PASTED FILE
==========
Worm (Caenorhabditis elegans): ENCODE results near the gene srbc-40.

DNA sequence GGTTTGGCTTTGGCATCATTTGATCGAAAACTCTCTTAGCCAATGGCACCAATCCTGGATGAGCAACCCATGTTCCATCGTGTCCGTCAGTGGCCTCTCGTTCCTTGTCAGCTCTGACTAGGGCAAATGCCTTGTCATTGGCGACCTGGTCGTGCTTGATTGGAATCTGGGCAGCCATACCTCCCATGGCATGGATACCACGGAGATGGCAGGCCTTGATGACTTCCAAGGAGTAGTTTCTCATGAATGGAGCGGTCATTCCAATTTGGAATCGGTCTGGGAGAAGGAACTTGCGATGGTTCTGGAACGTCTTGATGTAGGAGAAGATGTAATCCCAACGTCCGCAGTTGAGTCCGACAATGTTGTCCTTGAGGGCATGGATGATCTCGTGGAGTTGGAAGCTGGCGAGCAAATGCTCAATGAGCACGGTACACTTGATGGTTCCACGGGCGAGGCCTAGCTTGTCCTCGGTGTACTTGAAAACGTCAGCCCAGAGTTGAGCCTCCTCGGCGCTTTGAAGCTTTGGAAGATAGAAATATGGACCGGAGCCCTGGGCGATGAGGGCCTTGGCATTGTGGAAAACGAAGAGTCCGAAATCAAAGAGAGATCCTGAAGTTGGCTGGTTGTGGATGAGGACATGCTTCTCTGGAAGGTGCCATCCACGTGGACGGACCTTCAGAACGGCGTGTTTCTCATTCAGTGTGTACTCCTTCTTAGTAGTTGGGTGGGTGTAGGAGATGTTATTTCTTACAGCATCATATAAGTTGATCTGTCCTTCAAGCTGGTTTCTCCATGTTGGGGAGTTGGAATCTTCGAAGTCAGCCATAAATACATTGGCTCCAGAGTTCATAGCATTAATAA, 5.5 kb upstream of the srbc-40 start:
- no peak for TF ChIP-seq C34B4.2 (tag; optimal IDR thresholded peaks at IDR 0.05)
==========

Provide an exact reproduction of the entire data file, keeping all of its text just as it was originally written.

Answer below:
Worm (Caenorhabditis elegans): ENCODE results near the gene srbc-40.

DNA sequence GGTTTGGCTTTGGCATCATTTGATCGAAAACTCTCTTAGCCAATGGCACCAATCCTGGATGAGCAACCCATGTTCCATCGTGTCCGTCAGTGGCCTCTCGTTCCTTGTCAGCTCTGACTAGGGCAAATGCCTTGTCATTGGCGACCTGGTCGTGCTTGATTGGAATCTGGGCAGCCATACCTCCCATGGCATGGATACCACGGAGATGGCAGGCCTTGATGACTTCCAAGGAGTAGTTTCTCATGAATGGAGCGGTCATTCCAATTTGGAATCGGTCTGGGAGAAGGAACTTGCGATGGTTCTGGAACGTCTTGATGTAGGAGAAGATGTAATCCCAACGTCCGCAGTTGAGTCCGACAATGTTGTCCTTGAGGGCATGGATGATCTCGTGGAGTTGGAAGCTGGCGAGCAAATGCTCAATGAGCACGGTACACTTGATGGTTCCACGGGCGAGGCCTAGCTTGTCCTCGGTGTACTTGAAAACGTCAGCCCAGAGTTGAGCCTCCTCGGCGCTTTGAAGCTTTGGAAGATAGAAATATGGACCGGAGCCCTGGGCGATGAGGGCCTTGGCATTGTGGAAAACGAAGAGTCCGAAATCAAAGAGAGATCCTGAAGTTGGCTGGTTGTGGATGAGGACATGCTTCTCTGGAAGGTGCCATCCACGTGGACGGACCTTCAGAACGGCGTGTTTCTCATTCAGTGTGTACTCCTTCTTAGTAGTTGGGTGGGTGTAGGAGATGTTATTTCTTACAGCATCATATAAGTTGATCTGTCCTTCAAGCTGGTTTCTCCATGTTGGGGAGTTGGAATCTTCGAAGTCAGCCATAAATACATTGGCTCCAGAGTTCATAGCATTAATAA, 5.5 kb upstream of the srbc-40 start:
- no peak for TF ChIP-seq C34B4.2 (tag; optimal IDR thresholded peaks at IDR 0.05)